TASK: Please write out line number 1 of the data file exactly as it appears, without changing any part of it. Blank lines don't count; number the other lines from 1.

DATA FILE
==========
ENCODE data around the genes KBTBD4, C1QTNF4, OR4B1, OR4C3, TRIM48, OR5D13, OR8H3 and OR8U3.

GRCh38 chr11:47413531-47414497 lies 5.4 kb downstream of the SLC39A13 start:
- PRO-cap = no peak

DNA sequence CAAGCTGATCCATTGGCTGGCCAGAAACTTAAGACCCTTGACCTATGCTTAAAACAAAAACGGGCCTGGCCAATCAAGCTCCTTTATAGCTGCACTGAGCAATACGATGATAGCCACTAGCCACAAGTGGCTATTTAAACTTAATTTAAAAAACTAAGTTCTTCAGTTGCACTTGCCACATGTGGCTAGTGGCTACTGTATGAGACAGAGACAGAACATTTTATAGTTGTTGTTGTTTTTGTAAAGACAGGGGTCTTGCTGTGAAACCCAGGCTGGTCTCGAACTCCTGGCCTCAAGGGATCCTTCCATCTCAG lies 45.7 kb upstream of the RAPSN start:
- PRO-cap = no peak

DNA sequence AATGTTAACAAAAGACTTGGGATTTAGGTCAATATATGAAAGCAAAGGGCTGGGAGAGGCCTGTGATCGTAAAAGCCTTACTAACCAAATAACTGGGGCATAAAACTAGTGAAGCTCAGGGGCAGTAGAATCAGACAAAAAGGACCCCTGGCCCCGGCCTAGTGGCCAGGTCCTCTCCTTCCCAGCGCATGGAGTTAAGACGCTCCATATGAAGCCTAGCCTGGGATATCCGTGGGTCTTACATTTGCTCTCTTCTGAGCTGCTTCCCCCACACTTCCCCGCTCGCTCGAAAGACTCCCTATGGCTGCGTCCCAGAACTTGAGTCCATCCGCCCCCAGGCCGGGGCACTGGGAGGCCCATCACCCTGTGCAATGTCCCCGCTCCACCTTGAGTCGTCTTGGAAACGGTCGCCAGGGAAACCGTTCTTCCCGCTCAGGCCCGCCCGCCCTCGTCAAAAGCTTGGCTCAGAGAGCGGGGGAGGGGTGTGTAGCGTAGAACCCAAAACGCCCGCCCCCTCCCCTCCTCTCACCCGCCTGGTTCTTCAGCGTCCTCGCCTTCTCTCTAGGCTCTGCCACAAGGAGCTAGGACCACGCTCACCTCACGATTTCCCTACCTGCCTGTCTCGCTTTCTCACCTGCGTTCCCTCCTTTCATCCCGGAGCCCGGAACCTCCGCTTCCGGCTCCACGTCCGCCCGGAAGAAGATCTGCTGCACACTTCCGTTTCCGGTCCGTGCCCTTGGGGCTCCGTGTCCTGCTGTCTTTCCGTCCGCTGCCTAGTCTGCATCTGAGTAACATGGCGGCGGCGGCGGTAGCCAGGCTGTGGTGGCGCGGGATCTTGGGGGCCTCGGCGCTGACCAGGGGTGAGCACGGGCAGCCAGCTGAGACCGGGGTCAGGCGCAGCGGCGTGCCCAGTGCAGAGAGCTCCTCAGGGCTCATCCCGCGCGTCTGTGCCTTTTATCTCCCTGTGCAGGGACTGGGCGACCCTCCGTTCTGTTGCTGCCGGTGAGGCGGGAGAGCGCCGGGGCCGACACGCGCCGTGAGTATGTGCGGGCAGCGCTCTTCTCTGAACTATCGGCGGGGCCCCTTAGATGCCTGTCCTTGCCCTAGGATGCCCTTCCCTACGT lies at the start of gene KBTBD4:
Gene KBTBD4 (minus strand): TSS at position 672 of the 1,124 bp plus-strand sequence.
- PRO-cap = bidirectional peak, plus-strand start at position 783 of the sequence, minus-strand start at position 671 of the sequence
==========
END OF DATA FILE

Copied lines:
ENCODE data around the genes KBTBD4, C1QTNF4, OR4B1, OR4C3, TRIM48, OR5D13, OR8H3 and OR8U3.